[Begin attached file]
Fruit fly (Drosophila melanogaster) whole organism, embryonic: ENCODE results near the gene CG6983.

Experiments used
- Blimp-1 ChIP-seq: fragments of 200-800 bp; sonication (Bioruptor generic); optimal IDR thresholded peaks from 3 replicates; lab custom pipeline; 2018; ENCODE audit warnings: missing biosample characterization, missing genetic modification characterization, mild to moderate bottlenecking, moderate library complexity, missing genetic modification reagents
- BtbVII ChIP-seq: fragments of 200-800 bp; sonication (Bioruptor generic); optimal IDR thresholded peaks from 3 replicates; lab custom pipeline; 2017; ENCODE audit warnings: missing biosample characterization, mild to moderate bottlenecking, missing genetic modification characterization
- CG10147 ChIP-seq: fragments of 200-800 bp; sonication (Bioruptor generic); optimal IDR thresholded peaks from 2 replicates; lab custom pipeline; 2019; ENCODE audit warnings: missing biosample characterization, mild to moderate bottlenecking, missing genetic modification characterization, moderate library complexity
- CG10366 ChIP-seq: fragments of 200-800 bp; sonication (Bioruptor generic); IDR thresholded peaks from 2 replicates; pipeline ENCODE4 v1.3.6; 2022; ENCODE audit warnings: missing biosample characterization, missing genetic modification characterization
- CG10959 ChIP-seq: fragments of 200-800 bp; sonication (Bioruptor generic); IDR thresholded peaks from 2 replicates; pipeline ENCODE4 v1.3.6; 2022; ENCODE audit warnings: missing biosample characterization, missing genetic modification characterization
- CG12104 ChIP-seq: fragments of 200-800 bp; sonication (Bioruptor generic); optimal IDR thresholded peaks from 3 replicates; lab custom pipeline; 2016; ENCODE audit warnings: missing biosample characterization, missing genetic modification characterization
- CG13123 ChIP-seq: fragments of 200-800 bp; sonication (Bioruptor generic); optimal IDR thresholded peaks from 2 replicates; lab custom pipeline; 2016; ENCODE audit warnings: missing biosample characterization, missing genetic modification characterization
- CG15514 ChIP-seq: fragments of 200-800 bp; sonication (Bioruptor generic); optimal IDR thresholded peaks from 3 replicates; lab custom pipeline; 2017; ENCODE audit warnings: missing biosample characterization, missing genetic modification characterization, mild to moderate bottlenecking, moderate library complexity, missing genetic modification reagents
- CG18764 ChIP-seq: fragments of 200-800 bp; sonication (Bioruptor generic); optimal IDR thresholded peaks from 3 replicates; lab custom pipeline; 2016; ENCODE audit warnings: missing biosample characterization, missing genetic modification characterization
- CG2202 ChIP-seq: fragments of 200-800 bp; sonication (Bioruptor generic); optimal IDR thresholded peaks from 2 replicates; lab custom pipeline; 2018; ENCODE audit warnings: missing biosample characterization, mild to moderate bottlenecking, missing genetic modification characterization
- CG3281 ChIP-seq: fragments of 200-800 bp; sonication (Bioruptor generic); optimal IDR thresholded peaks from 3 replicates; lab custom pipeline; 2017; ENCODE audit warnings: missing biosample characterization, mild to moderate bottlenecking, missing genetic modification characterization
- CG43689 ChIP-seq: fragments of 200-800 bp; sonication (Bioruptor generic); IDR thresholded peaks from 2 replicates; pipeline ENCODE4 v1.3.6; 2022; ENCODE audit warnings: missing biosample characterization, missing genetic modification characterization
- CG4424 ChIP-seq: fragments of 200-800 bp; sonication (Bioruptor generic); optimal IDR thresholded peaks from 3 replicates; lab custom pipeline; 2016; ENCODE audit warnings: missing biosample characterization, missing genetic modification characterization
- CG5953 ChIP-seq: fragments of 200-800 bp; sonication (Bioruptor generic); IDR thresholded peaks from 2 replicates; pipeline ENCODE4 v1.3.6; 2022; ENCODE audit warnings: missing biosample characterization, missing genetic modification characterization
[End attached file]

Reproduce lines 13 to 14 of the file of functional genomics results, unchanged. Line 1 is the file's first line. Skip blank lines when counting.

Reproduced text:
- CG3281 ChIP-seq: fragments of 200-800 bp; sonication (Bioruptor generic); optimal IDR thresholded peaks from 3 replicates; lab custom pipeline; 2017; ENCODE audit warnings: missing biosample characterization, mild to moderate bottlenecking, missing genetic modification characterization
- CG43689 ChIP-seq: fragments of 200-800 bp; sonication (Bioruptor generic); IDR thresholded peaks from 2 replicates; pipeline ENCODE4 v1.3.6; 2022; ENCODE audit warnings: missing biosample characterization, missing genetic modification characterization